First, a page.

Gugu Mbatha-Raw is reason enough to pick up this Blu-ray. Her performance is always fascinating and she avoids the cliché trappings of this oft-played part, even when the script dictates otherwise.
Ten years ago, writer, director and producer Brian Sloan adapted to video what was, for some, the best play in New York dealing with 9/11 in its aftermath. Now it is available for download on iTunes.
Peter Spenceley's 53-minute documentary follows Indian sixteen-year-olds Karthik and Palani and other young men as they become drag singers and dancers, and then, eventually, "ladyboys."
Edet Belzberg's documentary about the persistent (and largely neglected) issue of genocide follows two major tracks: The biography of the man who coined the word, and modern efforts to prosecute a sitting head of state for the crime.
"Foxcatcher" is simply not the kind of movie that the Academy of Motion Picture Art and Sciences wants to honor. It's dark, bleak, angsty and horrifying with no clear resolve in the end. It isn't inspirational, but it's undeniably remarkable.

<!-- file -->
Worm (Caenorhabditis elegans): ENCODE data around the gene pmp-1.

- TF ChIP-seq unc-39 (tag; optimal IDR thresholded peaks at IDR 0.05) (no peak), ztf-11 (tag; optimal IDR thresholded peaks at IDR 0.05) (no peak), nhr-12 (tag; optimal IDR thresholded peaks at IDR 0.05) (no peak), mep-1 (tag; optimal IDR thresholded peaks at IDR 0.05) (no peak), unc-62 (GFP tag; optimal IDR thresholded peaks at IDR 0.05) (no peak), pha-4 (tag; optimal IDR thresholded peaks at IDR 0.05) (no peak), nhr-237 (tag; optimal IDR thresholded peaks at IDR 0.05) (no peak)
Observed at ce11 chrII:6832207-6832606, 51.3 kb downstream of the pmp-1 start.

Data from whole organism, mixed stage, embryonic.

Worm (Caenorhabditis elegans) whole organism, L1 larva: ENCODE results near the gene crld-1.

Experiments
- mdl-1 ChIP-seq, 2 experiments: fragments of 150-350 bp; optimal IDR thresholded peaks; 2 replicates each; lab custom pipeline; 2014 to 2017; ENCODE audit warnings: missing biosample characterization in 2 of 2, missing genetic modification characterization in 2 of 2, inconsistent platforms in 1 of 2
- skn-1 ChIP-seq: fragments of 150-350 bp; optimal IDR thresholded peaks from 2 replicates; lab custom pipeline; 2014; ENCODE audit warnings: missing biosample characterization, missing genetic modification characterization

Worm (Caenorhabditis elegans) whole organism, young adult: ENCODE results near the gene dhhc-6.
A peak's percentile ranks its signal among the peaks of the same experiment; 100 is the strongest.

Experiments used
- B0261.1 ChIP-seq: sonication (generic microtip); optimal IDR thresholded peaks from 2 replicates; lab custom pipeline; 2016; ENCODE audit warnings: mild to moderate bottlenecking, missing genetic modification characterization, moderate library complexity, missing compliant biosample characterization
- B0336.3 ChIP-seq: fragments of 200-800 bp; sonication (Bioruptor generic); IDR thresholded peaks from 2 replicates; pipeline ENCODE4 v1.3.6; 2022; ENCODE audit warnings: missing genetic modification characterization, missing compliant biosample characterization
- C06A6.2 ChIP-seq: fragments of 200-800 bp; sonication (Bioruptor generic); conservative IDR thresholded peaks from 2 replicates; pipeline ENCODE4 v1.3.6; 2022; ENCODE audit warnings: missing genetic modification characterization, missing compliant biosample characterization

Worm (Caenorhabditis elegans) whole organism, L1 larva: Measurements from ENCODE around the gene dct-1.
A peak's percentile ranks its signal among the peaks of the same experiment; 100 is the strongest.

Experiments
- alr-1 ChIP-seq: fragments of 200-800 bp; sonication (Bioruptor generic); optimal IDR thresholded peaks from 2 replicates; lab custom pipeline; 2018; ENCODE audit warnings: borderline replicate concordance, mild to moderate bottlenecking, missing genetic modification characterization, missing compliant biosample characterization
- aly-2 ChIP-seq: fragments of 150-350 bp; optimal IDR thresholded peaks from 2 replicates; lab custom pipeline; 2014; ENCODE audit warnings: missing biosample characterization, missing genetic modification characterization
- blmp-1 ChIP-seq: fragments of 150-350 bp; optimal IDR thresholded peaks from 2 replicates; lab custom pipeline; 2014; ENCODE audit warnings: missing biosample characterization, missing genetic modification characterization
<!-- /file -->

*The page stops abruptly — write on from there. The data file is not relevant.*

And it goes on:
Continuing with their recent vampire-themed film releases, Scream Factory goes back into the 1970's vaults for two classics that helped usher in the infamous blaxsploitation horror movie movement.
In an apocalyptic future there only exist warriors and exterminators in this futuristic and extremely low-budget film from 1983.
Shockingly, this year, the Academy chose "Birdman or the Unexpected Virtue of Ignorance" as the Best Picture of the year, and made me forgive them for misguided "Crash" over "Brokeback Mountain"-type selections over the last few decades.
Simmons's Fletcher is a fearless hornet's nest of cruel sadism, ridiculous ego and dictatorial delusion. It's such a bracing, refreshing performance, It's no wonder Simmons won every possible Supporting Actor Award in creation.
Falling in love has never been more genuine than in "The Theory of Everything" starring award-winner Eddie Redmayne and Felicity Jones. It's brilliant on Blu-ray!